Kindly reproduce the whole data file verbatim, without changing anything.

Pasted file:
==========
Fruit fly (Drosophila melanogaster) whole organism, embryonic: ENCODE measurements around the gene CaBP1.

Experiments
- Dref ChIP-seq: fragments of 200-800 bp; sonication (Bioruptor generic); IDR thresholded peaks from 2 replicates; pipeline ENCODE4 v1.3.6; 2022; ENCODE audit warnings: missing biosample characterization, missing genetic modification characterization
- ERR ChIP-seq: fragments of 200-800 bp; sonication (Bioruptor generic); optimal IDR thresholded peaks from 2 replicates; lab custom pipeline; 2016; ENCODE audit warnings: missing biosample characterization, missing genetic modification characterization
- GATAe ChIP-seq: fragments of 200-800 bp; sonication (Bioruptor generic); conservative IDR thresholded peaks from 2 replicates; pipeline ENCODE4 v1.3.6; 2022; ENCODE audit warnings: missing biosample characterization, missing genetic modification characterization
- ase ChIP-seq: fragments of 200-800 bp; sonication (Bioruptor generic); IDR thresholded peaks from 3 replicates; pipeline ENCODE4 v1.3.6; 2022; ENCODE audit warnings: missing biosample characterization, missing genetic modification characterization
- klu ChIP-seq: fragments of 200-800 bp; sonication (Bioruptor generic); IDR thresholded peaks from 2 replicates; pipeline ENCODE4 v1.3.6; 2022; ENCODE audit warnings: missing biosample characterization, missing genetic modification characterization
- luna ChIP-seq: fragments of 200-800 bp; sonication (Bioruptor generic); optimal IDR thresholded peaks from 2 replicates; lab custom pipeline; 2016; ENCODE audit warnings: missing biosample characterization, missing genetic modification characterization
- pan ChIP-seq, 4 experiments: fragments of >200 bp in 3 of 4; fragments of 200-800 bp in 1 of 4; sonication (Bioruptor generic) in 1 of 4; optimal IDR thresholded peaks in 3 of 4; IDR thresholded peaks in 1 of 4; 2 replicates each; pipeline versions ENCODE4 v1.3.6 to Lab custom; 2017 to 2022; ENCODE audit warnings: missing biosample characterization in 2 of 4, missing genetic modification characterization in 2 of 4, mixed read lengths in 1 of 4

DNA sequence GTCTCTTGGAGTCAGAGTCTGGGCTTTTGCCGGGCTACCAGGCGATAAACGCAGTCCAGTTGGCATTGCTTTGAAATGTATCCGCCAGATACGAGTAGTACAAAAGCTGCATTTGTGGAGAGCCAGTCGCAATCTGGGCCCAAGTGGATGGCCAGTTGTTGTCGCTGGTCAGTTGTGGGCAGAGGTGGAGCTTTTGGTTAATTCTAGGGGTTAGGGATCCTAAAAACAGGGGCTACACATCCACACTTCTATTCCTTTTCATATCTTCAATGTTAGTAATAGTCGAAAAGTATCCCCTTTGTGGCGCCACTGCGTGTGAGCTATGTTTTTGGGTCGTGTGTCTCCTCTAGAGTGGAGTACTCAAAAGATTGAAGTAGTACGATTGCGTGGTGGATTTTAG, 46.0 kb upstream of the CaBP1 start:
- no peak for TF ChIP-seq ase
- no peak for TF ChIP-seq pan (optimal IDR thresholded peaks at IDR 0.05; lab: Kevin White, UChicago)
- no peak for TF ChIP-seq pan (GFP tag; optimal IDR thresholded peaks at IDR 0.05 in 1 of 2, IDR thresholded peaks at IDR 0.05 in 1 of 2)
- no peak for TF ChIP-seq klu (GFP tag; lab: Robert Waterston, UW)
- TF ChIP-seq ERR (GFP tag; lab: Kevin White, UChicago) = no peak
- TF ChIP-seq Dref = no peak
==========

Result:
Fruit fly (Drosophila melanogaster) whole organism, embryonic: ENCODE measurements around the gene CaBP1.

Experiments
- Dref ChIP-seq: fragments of 200-800 bp; sonication (Bioruptor generic); IDR thresholded peaks from 2 replicates; pipeline ENCODE4 v1.3.6; 2022; ENCODE audit warnings: missing biosample characterization, missing genetic modification characterization
- ERR ChIP-seq: fragments of 200-800 bp; sonication (Bioruptor generic); optimal IDR thresholded peaks from 2 replicates; lab custom pipeline; 2016; ENCODE audit warnings: missing biosample characterization, missing genetic modification characterization
- GATAe ChIP-seq: fragments of 200-800 bp; sonication (Bioruptor generic); conservative IDR thresholded peaks from 2 replicates; pipeline ENCODE4 v1.3.6; 2022; ENCODE audit warnings: missing biosample characterization, missing genetic modification characterization
- ase ChIP-seq: fragments of 200-800 bp; sonication (Bioruptor generic); IDR thresholded peaks from 3 replicates; pipeline ENCODE4 v1.3.6; 2022; ENCODE audit warnings: missing biosample characterization, missing genetic modification characterization
- klu ChIP-seq: fragments of 200-800 bp; sonication (Bioruptor generic); IDR thresholded peaks from 2 replicates; pipeline ENCODE4 v1.3.6; 2022; ENCODE audit warnings: missing biosample characterization, missing genetic modification characterization
- luna ChIP-seq: fragments of 200-800 bp; sonication (Bioruptor generic); optimal IDR thresholded peaks from 2 replicates; lab custom pipeline; 2016; ENCODE audit warnings: missing biosample characterization, missing genetic modification characterization
- pan ChIP-seq, 4 experiments: fragments of >200 bp in 3 of 4; fragments of 200-800 bp in 1 of 4; sonication (Bioruptor generic) in 1 of 4; optimal IDR thresholded peaks in 3 of 4; IDR thresholded peaks in 1 of 4; 2 replicates each; pipeline versions ENCODE4 v1.3.6 to Lab custom; 2017 to 2022; ENCODE audit warnings: missing biosample characterization in 2 of 4, missing genetic modification characterization in 2 of 4, mixed read lengths in 1 of 4

DNA sequence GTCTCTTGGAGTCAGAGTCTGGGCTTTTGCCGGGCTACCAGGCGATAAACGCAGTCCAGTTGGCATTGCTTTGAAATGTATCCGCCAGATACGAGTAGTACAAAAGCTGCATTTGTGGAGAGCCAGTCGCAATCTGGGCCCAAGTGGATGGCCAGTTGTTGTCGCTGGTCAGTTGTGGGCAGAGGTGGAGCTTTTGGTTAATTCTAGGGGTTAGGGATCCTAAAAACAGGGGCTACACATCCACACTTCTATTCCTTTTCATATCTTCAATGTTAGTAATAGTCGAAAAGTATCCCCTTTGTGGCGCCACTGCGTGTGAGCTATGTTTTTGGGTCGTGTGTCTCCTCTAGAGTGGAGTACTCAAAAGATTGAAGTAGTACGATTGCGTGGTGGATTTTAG, 46.0 kb upstream of the CaBP1 start:
- no peak for TF ChIP-seq ase
- no peak for TF ChIP-seq pan (optimal IDR thresholded peaks at IDR 0.05; lab: Kevin White, UChicago)
- no peak for TF ChIP-seq pan (GFP tag; optimal IDR thresholded peaks at IDR 0.05 in 1 of 2, IDR thresholded peaks at IDR 0.05 in 1 of 2)
- no peak for TF ChIP-seq klu (GFP tag; lab: Robert Waterston, UW)
- TF ChIP-seq ERR (GFP tag; lab: Kevin White, UChicago) = no peak
- TF ChIP-seq Dref = no peak